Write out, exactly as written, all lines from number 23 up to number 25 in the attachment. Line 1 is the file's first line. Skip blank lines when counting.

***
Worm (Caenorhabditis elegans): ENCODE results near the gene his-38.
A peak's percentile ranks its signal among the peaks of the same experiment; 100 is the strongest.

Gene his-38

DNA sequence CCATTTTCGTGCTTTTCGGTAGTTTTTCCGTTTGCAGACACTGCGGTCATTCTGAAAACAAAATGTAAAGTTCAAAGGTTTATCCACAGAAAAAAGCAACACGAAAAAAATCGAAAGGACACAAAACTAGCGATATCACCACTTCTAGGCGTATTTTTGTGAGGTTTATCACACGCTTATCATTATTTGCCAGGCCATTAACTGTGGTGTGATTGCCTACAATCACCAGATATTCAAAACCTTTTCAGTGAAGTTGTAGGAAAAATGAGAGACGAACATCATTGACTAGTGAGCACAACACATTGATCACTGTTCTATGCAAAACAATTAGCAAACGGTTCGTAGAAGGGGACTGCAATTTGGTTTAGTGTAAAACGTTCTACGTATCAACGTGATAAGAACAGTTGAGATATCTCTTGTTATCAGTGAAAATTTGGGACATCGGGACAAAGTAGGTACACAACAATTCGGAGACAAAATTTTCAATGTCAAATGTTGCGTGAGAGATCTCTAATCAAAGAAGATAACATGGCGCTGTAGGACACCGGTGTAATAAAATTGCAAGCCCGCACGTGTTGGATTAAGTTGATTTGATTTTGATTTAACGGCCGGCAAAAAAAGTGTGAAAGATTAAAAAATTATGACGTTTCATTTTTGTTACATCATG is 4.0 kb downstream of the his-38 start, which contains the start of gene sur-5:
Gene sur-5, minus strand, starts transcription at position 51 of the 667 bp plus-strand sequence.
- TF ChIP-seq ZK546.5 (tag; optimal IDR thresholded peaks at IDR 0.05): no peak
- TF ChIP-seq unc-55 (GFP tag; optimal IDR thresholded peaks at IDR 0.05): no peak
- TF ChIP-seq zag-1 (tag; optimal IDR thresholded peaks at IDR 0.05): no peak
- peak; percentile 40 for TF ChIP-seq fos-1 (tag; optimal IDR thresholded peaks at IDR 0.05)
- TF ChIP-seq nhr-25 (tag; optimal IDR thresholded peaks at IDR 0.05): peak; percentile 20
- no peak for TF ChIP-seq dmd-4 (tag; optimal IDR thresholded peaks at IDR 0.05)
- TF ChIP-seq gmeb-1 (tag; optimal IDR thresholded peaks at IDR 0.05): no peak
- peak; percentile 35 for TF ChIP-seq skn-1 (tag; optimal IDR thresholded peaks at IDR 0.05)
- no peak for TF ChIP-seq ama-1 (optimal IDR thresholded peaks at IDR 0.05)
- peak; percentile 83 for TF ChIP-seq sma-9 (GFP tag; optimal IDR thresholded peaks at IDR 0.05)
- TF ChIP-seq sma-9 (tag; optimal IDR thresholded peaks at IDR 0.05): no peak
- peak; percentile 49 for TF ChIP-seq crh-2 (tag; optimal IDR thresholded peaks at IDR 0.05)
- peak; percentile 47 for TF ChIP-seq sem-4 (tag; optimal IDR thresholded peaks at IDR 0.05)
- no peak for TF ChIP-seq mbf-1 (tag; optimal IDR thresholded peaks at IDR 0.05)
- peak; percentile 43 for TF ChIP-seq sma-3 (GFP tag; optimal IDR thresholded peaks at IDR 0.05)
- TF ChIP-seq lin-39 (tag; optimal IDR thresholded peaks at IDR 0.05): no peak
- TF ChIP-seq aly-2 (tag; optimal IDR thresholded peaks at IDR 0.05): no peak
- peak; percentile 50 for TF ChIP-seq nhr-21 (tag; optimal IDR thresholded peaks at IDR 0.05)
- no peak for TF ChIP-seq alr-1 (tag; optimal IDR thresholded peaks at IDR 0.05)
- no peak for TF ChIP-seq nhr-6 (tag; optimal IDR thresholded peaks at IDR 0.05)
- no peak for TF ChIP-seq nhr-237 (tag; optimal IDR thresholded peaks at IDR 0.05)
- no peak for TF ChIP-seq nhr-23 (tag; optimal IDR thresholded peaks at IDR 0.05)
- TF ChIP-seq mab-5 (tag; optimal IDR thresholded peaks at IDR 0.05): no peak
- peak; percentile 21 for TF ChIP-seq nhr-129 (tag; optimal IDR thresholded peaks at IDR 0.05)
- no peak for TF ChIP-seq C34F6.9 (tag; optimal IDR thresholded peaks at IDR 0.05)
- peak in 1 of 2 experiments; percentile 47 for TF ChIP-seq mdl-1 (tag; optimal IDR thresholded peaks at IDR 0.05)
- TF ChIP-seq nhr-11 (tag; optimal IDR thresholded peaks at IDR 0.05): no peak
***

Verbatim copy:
- peak; percentile 50 for TF ChIP-seq nhr-21 (tag; optimal IDR thresholded peaks at IDR 0.05)
- no peak for TF ChIP-seq alr-1 (tag; optimal IDR thresholded peaks at IDR 0.05)
- no peak for TF ChIP-seq nhr-6 (tag; optimal IDR thresholded peaks at IDR 0.05)